Word-Of-the-Week #665: Mental Muscle

May 4, 2017 by  

Mental Musclebrain strength.

Are you in control over how you think, feel and behave at all times? How would you rate your ability to adapt to changes? Does a failure make you want to give up?

The Chicago Tribune article by Amy Morin, “Mental muscle – Successful people don’t do these things” is a great follow up to last week’s Genius. She writes, “As a psychotherapist, I’ve witnessed countless people beat the odds. Despite the tragedies, hardships and challenges they faced, they persisted and were successful. My training has taught me to build on people’s existing strengths, but over the years, I realized that focusing on good habits was sometimes doing clients a disservice.

If you sought help from a nutritionist to lose weight, and the nutritionist said, “Eat more vegetables,” but never mentioned that you should eat less junk food, you probably wouldn’t succeed. And you’d likely feel frustrated by your lack of progress.

Similarly, building mental strength at work requires good habits, such as practicing gratitude, but you also need to relinquish bad habits, such as giving up after your first failure.

Often, people go through life with one foot on the gas and the other foot on the brake. Giving up the things mentally strong people don’t do is like taking your foot off the brake. You’ll move forward with less resistance.

Everyone engages in habits that drain them of mental strength from time to time, but being aware of those bad habits is the first step toward giving them up.

Here are 5 things mentally strong people don’t do:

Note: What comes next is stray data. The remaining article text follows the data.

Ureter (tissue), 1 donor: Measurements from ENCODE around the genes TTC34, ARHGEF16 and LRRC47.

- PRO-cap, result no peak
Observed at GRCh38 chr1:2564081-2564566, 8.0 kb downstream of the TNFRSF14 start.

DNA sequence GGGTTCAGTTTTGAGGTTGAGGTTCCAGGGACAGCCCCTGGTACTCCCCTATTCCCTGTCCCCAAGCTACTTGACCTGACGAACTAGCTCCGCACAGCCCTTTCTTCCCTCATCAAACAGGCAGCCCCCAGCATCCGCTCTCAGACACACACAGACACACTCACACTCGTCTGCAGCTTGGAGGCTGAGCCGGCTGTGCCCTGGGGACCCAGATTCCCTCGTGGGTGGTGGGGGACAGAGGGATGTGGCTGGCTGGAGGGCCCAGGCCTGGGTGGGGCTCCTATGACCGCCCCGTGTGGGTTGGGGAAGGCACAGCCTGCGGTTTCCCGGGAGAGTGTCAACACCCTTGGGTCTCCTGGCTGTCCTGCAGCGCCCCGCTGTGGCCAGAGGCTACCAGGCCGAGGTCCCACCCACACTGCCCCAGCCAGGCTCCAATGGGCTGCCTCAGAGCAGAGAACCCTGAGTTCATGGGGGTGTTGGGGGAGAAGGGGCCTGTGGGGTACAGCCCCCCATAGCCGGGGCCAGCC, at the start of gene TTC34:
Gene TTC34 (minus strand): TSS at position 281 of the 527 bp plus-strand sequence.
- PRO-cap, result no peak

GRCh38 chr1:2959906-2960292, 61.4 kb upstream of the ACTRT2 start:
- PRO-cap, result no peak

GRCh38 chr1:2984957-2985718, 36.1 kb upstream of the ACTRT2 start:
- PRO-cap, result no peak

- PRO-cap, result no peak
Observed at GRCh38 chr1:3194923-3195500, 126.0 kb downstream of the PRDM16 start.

1. They don’t waste time feeling sorry for themselves. Feeling sad or grieving a loss is crucial to your healing process. But self-pity is about magnifying your misfortune and exaggerating your hardship. It causes you to dwell on your problems and stay stuck in your misery.
  1. They don’t give away their power. Saying your boss makes you feel bad about yourself gives that person power over your emotions. And feeling that you must go to your mother-in-law’s house for dinner gives her power over your behavior. Retaining your power is about acknowledging that you are in control over how you think, feel and behave at all times.
  1. They don’t avoid change. Change feels scary because there is no guarantee doing something different will improve your life, but shying away from change will prevent you from growing stronger and becoming better. The world is changing and success often depends on your ability to adapt.
  1. They don’t focus on things they can’t control. Time and energy are finite resources so it’s important to devote your efforts to the things that you can control. So while you can’t prevent the storm from happening, you can control how you prepare for it.
  1. They don’t worry about pleasing everyone. Just like other people can’t control your emotions, you can’t control theirs. It’s not your job to try to make other people happy. In fact, becoming a people pleaser will cause you to lose sight of your values, and your self-worth will become dependent on other people’s opinions of you.”

This week’s focus is on your mental muscle. Are you aware of any habits that drain your mental strength? Do you focus on things that you can control? Do you have the ability to deal with problems and then move on? Is it okay to not please everyone?

Stay tuned! Next week features 8 more from Amy.

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